Microsoft relaunches Bing Pulse research tool to go beyond search

Microsoft is relaunching its Bing Pulse audience engagement and market research service to make it clear that it reaches farther than the search engine. The service will now be called Microsoft Pulse — no relation to the LinkedIn Pulse news app — in honor of its connections to Skype, Yammer, and other tools.
A pilot version of Pulse was tested by Fox News during the state of the union address in 2013. The broadcaster used Pulse to ask viewers how they felt about the president’s speech, analyze the responses, and show them on its broadcast. More than 700,000 respondents voted almost 13 million times in a single hour.
That early success led Microsoft to expand the platform to other broadcasters, teachers, and conference runners, all of whom use Pulse to poll their audiences. Pollsters can use the service, which is connected to Microsoft’s Azure platform, to get responses from anyone willing to click a link and answer a few questions.
“It’s an engagement tool and a surveying tool,” said Microsoft technology and civil engagement director Dritan Nesho. “You’re both solving for the problem that most online polls find of having very low responses, because you have them engaged with a particular form of content, and you’re collecting that feedback.”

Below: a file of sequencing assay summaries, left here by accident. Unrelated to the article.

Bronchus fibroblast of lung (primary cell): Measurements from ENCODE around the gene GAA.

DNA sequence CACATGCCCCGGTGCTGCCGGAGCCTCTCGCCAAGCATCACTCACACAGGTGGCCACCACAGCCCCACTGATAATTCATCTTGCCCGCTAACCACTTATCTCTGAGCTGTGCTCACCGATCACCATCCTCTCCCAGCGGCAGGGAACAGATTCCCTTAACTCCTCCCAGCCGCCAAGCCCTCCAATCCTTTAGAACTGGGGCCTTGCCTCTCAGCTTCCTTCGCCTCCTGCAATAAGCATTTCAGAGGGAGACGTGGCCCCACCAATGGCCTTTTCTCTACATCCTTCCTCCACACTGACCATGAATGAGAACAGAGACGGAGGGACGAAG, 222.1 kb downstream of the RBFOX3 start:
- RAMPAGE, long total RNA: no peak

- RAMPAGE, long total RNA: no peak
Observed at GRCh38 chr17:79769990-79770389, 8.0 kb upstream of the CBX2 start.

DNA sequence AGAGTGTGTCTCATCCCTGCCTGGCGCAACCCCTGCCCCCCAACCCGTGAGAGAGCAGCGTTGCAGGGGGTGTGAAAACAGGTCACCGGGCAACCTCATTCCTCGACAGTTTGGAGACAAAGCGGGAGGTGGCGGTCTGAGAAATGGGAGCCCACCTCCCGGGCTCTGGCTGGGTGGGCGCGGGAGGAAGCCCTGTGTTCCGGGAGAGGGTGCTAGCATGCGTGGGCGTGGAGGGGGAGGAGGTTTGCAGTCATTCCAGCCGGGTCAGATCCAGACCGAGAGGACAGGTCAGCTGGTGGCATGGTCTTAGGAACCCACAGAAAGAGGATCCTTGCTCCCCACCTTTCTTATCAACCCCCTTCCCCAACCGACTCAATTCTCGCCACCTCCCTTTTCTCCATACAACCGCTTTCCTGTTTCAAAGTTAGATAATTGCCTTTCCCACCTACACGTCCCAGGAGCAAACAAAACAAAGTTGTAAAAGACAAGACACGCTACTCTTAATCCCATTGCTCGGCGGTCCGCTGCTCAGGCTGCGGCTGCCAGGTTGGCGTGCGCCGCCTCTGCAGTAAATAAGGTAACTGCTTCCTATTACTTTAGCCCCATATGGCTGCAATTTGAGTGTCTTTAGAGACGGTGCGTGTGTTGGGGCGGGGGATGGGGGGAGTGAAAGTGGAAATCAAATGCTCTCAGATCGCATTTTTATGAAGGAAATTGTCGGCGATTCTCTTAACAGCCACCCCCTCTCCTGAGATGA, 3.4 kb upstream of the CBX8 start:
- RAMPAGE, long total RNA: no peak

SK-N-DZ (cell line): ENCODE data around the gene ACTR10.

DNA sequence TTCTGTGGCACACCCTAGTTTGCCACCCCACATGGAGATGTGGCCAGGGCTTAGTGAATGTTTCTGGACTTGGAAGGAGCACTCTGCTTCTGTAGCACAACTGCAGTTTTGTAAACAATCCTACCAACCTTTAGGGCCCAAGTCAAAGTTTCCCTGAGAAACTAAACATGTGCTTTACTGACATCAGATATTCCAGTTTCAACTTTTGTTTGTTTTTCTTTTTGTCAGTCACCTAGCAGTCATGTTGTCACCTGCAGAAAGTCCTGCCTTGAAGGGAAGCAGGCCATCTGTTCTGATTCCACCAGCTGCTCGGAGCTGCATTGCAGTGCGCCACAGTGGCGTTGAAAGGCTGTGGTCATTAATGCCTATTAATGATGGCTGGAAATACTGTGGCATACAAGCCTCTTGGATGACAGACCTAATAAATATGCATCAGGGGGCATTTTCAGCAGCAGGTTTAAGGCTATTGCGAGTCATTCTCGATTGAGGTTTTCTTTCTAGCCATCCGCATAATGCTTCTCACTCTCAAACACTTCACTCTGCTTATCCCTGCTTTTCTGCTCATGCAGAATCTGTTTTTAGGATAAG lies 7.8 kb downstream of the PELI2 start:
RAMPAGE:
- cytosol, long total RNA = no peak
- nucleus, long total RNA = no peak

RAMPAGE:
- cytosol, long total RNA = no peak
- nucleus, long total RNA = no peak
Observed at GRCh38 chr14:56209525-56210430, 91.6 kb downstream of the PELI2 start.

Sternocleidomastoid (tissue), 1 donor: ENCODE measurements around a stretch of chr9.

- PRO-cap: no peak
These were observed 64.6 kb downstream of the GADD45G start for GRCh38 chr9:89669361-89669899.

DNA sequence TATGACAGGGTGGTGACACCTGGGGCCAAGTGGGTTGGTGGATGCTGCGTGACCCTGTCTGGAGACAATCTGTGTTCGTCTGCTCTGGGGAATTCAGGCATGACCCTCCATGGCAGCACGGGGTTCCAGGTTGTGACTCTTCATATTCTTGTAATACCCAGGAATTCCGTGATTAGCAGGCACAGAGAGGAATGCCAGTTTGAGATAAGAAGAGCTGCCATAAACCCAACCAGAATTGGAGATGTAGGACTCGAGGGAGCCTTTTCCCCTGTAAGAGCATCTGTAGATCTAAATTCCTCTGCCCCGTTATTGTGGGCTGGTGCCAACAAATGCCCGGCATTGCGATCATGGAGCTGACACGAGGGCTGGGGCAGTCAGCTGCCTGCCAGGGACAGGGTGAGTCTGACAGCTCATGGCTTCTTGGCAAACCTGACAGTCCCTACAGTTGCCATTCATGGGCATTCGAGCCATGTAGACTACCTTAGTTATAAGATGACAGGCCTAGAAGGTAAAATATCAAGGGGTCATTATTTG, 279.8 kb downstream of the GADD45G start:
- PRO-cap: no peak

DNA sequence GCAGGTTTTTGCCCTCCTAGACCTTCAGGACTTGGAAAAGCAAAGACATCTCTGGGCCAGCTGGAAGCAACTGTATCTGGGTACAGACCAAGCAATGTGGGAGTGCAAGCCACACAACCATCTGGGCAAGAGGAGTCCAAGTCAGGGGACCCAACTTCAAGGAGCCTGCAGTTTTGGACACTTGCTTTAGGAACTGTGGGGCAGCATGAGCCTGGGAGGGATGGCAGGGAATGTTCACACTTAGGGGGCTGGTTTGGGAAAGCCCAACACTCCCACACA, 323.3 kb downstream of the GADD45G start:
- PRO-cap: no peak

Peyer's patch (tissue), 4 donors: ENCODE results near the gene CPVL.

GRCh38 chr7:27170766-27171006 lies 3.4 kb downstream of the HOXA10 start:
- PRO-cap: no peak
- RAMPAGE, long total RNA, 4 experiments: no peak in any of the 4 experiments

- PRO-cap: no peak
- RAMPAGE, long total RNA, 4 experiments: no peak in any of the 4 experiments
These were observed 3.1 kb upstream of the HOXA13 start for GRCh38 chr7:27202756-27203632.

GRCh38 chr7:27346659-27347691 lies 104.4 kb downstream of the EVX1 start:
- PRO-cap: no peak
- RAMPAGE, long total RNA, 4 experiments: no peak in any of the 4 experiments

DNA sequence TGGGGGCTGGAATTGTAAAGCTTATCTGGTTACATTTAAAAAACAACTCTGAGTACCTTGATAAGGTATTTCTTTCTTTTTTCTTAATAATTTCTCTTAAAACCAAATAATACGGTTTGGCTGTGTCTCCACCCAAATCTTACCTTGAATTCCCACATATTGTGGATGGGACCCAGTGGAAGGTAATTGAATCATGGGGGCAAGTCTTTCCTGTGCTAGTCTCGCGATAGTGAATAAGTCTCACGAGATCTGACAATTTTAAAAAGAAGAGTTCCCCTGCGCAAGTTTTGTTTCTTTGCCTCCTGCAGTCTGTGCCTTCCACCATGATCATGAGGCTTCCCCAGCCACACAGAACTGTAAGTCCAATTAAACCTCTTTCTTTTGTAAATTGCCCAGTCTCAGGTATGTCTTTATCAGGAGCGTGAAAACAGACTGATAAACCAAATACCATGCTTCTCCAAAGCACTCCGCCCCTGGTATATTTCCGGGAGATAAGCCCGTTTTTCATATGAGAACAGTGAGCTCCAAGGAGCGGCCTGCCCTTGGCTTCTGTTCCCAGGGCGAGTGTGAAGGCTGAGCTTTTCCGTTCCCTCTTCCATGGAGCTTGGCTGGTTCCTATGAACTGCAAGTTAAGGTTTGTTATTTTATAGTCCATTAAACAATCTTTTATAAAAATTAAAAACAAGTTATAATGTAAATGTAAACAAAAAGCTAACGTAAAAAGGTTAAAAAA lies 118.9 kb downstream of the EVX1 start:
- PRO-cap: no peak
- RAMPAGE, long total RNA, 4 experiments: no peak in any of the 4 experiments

The idea is that Pulse can create a feedback loop: Broadcasters solicit opinions via email, social platforms, or on-air callouts; viewers interact with Pulse instead of playing a game or checking their social feeds; and their responses are put on the screen for them to enjoy. It’s something like a perpetual entertainment tool.
“Whenever people are watching a program that’s being broadcast on TV or participating in meetings and conferences, the majority of them are interacting with their phones,” Nesho said. “Often times what they’re doing is veering their attention away onto someone else’s platform and some other form of content.” Pulse is supposed to help presenters keep their audiences engaged with them.
Now the tool is tied to many of Microsoft’s other platforms. Skype for Business can be used to solicit opinions from people watching a massive teleconference. Yammer can collect sentiment from a company’s workers. Microsoft’s Power BI service can be used to analyze the data. And the Azure platform powers it all.
Hence the relaunch. Much of the service remains the same — it’s still free to use, it’s still connected to Bing, and its core purpose is unchanged — but rebranding the service gives Microsoft more freedom to continue expanding it. (Nesho said the Pulse team would “love to be integrated with Xbox very soon,” for example.)
“Our current focus and our current goal is making sure that people start using this product frequently, at scale, and get their reactions to it so it’s something that becomes part and parcel of their every day activities and becomes useful to their needs for engaging the customers they have,” Nesho said in our interview.
Dropping the “Bing” from the name is just one way for the company to do just that. Sure, it’s picking up a “Microsoft” in the process, but at least then it’s clear that Pulse is tied into many of the company’s services instead of seeming like it’s restricted to the also-ran search engine that never threatened Google’s throne.